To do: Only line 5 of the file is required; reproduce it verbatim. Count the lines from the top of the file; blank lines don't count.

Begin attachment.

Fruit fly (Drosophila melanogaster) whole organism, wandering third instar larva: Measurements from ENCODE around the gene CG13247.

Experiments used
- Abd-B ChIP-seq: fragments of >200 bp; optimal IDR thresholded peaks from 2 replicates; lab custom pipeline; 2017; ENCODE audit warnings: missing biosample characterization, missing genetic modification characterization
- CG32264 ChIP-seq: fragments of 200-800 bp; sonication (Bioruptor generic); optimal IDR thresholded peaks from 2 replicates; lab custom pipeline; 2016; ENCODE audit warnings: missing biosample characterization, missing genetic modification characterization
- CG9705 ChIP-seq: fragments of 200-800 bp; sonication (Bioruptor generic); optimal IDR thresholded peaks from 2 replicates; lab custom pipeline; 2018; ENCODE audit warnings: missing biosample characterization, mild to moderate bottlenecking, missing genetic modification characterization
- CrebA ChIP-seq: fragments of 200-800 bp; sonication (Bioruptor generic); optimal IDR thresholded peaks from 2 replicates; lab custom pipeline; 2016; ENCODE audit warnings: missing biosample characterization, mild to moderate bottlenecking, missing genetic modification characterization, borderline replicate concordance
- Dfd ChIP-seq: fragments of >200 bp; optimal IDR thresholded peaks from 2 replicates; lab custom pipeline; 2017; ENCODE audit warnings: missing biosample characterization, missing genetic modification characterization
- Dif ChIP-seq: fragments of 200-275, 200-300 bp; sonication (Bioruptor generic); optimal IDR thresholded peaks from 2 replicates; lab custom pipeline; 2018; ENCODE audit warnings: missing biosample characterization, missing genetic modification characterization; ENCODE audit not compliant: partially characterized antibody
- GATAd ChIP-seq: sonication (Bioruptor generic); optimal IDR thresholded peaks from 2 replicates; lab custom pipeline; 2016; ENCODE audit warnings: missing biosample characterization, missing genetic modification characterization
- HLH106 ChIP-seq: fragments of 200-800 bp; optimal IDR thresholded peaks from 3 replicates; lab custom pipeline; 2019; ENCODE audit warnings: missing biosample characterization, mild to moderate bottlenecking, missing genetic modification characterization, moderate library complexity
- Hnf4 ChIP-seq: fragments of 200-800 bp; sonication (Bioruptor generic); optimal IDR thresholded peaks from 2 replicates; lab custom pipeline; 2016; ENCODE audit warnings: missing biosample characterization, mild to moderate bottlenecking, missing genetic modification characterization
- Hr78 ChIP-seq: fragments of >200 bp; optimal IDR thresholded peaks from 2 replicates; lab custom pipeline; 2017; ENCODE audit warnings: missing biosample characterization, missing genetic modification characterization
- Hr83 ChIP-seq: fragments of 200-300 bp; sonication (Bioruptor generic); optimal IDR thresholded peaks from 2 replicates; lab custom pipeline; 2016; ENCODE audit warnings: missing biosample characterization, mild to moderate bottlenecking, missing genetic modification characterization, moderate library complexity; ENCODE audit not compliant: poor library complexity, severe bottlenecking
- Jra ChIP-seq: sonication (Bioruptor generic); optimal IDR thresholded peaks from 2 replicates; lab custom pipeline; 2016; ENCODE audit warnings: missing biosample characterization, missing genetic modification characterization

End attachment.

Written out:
- CG9705 ChIP-seq: fragments of 200-800 bp; sonication (Bioruptor generic); optimal IDR thresholded peaks from 2 replicates; lab custom pipeline; 2018; ENCODE audit warnings: missing biosample characterization, mild to moderate bottlenecking, missing genetic modification characterization